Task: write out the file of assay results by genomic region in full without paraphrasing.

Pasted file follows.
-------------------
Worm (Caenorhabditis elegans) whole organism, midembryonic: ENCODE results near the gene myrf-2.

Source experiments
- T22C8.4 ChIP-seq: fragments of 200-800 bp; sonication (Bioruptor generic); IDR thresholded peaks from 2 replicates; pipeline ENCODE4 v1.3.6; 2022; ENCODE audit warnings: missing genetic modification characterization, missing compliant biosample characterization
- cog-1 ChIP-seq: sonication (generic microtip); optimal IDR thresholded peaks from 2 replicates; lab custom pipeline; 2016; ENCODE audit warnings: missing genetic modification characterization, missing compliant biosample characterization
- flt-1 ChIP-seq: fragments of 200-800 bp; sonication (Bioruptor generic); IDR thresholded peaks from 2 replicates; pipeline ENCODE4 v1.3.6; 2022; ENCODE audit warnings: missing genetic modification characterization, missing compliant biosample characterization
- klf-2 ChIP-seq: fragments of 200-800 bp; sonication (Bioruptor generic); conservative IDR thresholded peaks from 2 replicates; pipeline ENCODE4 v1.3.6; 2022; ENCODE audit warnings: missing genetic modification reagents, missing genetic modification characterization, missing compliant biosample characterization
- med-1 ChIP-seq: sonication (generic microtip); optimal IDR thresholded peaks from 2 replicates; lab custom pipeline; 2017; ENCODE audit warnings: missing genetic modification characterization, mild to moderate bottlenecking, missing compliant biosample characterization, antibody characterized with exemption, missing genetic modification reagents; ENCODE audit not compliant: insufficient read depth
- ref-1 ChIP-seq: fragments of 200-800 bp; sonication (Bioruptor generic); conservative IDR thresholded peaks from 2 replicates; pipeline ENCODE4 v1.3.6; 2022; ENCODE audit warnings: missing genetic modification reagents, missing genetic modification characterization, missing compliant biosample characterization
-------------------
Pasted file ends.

Worm (Caenorhabditis elegans) whole organism, midembryonic: ENCODE results near the gene myrf-2.

Source experiments
- T22C8.4 ChIP-seq: fragments of 200-800 bp; sonication (Bioruptor generic); IDR thresholded peaks from 2 replicates; pipeline ENCODE4 v1.3.6; 2022; ENCODE audit warnings: missing genetic modification characterization, missing compliant biosample characterization
- cog-1 ChIP-seq: sonication (generic microtip); optimal IDR thresholded peaks from 2 replicates; lab custom pipeline; 2016; ENCODE audit warnings: missing genetic modification characterization, missing compliant biosample characterization
- flt-1 ChIP-seq: fragments of 200-800 bp; sonication (Bioruptor generic); IDR thresholded peaks from 2 replicates; pipeline ENCODE4 v1.3.6; 2022; ENCODE audit warnings: missing genetic modification characterization, missing compliant biosample characterization
- klf-2 ChIP-seq: fragments of 200-800 bp; sonication (Bioruptor generic); conservative IDR thresholded peaks from 2 replicates; pipeline ENCODE4 v1.3.6; 2022; ENCODE audit warnings: missing genetic modification reagents, missing genetic modification characterization, missing compliant biosample characterization
- med-1 ChIP-seq: sonication (generic microtip); optimal IDR thresholded peaks from 2 replicates; lab custom pipeline; 2017; ENCODE audit warnings: missing genetic modification characterization, mild to moderate bottlenecking, missing compliant biosample characterization, antibody characterized with exemption, missing genetic modification reagents; ENCODE audit not compliant: insufficient read depth
- ref-1 ChIP-seq: fragments of 200-800 bp; sonication (Bioruptor generic); conservative IDR thresholded peaks from 2 replicates; pipeline ENCODE4 v1.3.6; 2022; ENCODE audit warnings: missing genetic modification reagents, missing genetic modification characterization, missing compliant biosample characterization